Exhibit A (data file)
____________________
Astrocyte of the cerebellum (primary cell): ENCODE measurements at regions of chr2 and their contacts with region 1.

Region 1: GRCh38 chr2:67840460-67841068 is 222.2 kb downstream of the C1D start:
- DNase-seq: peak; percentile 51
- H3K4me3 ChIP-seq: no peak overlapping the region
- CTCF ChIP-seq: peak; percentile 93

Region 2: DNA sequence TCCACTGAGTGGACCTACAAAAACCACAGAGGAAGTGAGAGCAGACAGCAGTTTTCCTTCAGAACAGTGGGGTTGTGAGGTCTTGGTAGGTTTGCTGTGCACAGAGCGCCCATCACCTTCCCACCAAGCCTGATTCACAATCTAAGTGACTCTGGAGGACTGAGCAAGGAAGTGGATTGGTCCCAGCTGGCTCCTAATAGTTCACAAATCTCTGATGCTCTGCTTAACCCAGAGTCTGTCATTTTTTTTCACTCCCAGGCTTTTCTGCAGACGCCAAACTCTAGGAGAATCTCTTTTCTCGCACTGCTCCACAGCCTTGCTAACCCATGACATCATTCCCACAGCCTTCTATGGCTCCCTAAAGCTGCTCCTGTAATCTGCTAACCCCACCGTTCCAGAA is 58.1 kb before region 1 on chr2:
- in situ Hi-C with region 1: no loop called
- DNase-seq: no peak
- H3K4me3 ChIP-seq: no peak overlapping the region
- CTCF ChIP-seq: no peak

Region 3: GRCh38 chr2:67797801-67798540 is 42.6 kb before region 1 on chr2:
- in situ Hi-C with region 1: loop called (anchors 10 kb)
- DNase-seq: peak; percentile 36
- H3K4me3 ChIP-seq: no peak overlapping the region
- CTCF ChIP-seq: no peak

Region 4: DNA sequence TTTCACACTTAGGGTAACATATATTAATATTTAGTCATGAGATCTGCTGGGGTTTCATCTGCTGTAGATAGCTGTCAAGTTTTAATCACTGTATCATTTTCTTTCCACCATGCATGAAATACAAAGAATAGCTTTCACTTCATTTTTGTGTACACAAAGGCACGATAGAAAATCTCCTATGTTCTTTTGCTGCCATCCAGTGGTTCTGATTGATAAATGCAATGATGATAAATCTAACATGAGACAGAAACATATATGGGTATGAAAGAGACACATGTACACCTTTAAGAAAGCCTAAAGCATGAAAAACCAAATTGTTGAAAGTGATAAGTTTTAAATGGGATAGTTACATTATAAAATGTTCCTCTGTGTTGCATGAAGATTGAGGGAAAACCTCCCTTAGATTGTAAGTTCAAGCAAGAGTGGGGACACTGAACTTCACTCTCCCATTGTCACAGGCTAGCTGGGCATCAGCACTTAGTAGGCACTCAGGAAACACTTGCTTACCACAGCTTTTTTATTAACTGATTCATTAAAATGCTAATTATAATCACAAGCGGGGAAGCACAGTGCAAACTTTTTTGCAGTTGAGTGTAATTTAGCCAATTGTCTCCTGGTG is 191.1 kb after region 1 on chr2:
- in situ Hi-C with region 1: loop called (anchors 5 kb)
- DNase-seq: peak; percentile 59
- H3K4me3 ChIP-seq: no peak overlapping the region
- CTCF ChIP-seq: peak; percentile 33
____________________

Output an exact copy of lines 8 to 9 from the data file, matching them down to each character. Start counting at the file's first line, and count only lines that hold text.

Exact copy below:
- DNase-seq: no peak
- H3K4me3 ChIP-seq: no peak overlapping the region